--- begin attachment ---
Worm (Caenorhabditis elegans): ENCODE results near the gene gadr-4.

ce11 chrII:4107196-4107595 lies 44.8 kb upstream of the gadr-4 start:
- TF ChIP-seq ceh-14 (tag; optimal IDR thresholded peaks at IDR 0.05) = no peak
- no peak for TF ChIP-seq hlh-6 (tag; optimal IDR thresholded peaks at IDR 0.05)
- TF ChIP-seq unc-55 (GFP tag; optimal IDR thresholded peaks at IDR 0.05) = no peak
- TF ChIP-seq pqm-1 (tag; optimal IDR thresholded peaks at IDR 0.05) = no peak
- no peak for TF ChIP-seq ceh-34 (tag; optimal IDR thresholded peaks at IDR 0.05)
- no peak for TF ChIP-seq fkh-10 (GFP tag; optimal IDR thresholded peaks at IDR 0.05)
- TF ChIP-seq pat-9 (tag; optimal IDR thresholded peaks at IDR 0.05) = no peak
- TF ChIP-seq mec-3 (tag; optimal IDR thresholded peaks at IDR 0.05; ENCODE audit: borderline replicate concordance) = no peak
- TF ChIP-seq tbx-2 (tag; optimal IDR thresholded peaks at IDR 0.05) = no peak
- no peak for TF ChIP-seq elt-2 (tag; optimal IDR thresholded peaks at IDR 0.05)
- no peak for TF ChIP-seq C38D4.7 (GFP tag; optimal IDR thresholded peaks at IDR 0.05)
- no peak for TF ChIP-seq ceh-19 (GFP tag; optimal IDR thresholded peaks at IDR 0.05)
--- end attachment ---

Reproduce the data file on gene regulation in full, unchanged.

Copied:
Worm (Caenorhabditis elegans): ENCODE results near the gene gadr-4.

ce11 chrII:4107196-4107595 lies 44.8 kb upstream of the gadr-4 start:
- TF ChIP-seq ceh-14 (tag; optimal IDR thresholded peaks at IDR 0.05) = no peak
- no peak for TF ChIP-seq hlh-6 (tag; optimal IDR thresholded peaks at IDR 0.05)
- TF ChIP-seq unc-55 (GFP tag; optimal IDR thresholded peaks at IDR 0.05) = no peak
- TF ChIP-seq pqm-1 (tag; optimal IDR thresholded peaks at IDR 0.05) = no peak
- no peak for TF ChIP-seq ceh-34 (tag; optimal IDR thresholded peaks at IDR 0.05)
- no peak for TF ChIP-seq fkh-10 (GFP tag; optimal IDR thresholded peaks at IDR 0.05)
- TF ChIP-seq pat-9 (tag; optimal IDR thresholded peaks at IDR 0.05) = no peak
- TF ChIP-seq mec-3 (tag; optimal IDR thresholded peaks at IDR 0.05; ENCODE audit: borderline replicate concordance) = no peak
- TF ChIP-seq tbx-2 (tag; optimal IDR thresholded peaks at IDR 0.05) = no peak
- no peak for TF ChIP-seq elt-2 (tag; optimal IDR thresholded peaks at IDR 0.05)
- no peak for TF ChIP-seq C38D4.7 (GFP tag; optimal IDR thresholded peaks at IDR 0.05)
- no peak for TF ChIP-seq ceh-19 (GFP tag; optimal IDR thresholded peaks at IDR 0.05)